S&P 500 reclaims Feb highs, then retreats
(Reuters) – The S&P 500 reclaimed record highs last seen before the onset of the coronavirus crisis in February on Tuesday, before retreating on doubts about the outlook for a U.S. economy that is still struggling to recover.
The S&P 500 was up at 3,394.99 points at 09:48 a.m. ET, topping the high of 3,393.52 hit on Feb. 19, with Amazon, Netflix and a handful of other tech heavyweights contributing the bulk of the gains.
The Nasdaq index, where most are listed and the first to bounce back fully from a trough in March, hit a record high for the second consecutive session.
All three major indexes quickly retreated, however, and were back in negative territory half an hour later, as optimism about the first round of results from major retailers dissipated.
“Often when we break a milestone we pause,” said Jim Paulsen, chief investment strategist at the leuthold group in Minneapolis.
“It could be a launching pad if it breaks through solidly to create a good few days on the upside but it could also mark a point where you want to sell for the next week.”
The highs underscore the growing disconnect between the stock market and the economy, which is yet to climb back to pre-pandemic levels.
Homebuilding has shown some strength, with U.S. housing starts picked up for a third straight month in July, but a reaction to strong results for Home Depot quickly evaporated as investors worried about the outlook going forward.
Earnings from Walmart Inc also underlined that some areas of consumption had remained resilient through the pandemic, but its shares, too, quickly faltered.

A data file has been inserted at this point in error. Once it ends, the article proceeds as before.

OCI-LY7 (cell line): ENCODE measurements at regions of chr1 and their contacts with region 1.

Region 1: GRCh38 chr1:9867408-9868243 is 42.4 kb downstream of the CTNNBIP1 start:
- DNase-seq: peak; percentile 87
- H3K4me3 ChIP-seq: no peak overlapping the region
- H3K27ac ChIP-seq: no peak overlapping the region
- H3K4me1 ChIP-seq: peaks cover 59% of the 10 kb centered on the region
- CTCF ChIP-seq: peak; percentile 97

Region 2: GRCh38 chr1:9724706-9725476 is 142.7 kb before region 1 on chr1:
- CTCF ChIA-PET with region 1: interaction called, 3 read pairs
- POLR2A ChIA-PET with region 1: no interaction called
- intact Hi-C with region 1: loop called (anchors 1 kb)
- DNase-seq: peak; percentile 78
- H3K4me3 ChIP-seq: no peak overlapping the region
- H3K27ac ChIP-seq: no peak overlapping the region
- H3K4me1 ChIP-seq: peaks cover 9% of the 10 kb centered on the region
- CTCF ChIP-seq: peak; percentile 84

Home Depot’s smaller rival Lowe’s Cos Inc and supermarket operator Target Corp edged lower ahead of their quarterly earnings on Wednesday. Kohl’s Corp fell 15.4% despite beating estimates for net sales.
Readings from retailers this week are expected to close out a better-than-feared earnings season, another trigger for the recent rally.
“The economy, generally speaking, is doing better than what people had expected. There was an over-correction on the downside and once people realized it was overdone, then it returned,” said Brian Bethune, Economist, Tufts University, Medford Mass.
Minutes from the Federal Reserve’s recent meeting, due on Wednesday, may provide some insight into how the central bank sees the recovery playing out. The Fed has cut rates to near zero to bolster business through the pandemic.
At 10:37 a.m. ET, the Dow Jones Industrial Average was down 124.10 points, or 0.45%, at 27,720.81, the S&P 500 was down 4.79 points, or 0.14%, at 3,377.20. The Nasdaq Composite was up 3.05 points, or 0.03%, at 11,132.78.
Declining issues outnumbered advancers for a 1.88-to-1 ratio on the NYSE. Declining issues outnumbered advancers for a 2.40-to-1 ratio on the Nasdaq.
- S&P 500 completes recovery from COVID-19 sell-off, hits record high
The S&P index recorded 20 new 52-week highs and no new lows, while the Nasdaq recorded 51 new highs and 11 new lows.
Graphic: S&P 500’s bull-to-bear, bear-to-bull journey in 6 months here
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